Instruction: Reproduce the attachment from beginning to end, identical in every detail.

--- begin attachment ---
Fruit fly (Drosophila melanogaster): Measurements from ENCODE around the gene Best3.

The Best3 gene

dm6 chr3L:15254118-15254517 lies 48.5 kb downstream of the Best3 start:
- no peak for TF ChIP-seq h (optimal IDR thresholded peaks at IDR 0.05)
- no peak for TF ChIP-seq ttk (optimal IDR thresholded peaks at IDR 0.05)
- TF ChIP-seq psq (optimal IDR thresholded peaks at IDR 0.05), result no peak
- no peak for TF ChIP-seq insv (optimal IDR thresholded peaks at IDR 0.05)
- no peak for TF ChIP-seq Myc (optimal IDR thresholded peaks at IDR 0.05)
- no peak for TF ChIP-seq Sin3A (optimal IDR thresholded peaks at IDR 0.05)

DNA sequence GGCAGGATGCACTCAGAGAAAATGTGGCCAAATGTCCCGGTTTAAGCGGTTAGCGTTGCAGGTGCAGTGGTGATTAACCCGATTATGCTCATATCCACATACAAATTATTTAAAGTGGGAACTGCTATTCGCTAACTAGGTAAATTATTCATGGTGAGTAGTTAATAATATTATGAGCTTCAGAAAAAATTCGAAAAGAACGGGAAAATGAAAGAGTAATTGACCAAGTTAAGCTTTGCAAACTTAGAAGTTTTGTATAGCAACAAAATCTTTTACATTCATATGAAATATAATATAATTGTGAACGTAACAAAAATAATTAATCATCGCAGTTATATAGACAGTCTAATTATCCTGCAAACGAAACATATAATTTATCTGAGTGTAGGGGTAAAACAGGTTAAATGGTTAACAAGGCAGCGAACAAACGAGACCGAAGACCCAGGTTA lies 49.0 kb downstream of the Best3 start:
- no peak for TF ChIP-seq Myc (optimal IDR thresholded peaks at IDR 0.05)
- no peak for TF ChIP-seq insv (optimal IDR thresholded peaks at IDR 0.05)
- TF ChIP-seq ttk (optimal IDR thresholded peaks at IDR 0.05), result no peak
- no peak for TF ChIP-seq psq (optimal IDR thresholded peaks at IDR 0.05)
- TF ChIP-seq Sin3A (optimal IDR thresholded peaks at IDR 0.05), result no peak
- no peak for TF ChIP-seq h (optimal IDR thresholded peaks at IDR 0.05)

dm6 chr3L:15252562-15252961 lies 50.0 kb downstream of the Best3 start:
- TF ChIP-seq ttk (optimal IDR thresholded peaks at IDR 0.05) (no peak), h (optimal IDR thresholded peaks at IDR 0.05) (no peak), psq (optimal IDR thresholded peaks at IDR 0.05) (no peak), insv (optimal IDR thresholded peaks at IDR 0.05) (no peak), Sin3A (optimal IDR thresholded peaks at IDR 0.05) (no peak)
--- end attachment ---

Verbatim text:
Fruit fly (Drosophila melanogaster): Measurements from ENCODE around the gene Best3.

The Best3 gene

dm6 chr3L:15254118-15254517 lies 48.5 kb downstream of the Best3 start:
- no peak for TF ChIP-seq h (optimal IDR thresholded peaks at IDR 0.05)
- no peak for TF ChIP-seq ttk (optimal IDR thresholded peaks at IDR 0.05)
- TF ChIP-seq psq (optimal IDR thresholded peaks at IDR 0.05), result no peak
- no peak for TF ChIP-seq insv (optimal IDR thresholded peaks at IDR 0.05)
- no peak for TF ChIP-seq Myc (optimal IDR thresholded peaks at IDR 0.05)
- no peak for TF ChIP-seq Sin3A (optimal IDR thresholded peaks at IDR 0.05)

DNA sequence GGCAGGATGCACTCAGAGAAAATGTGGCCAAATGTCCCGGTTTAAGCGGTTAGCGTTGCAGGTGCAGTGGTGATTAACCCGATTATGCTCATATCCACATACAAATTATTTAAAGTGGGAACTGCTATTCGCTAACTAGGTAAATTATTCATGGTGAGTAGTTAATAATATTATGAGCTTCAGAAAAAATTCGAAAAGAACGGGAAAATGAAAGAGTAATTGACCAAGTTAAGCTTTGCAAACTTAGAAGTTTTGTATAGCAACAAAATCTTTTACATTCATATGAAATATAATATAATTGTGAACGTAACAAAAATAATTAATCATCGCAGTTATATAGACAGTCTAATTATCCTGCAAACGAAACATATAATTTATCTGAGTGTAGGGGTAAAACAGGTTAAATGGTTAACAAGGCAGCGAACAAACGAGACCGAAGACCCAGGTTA lies 49.0 kb downstream of the Best3 start:
- no peak for TF ChIP-seq Myc (optimal IDR thresholded peaks at IDR 0.05)
- no peak for TF ChIP-seq insv (optimal IDR thresholded peaks at IDR 0.05)
- TF ChIP-seq ttk (optimal IDR thresholded peaks at IDR 0.05), result no peak
- no peak for TF ChIP-seq psq (optimal IDR thresholded peaks at IDR 0.05)
- TF ChIP-seq Sin3A (optimal IDR thresholded peaks at IDR 0.05), result no peak
- no peak for TF ChIP-seq h (optimal IDR thresholded peaks at IDR 0.05)

dm6 chr3L:15252562-15252961 lies 50.0 kb downstream of the Best3 start:
- TF ChIP-seq ttk (optimal IDR thresholded peaks at IDR 0.05) (no peak), h (optimal IDR thresholded peaks at IDR 0.05) (no peak), psq (optimal IDR thresholded peaks at IDR 0.05) (no peak), insv (optimal IDR thresholded peaks at IDR 0.05) (no peak), Sin3A (optimal IDR thresholded peaks at IDR 0.05) (no peak)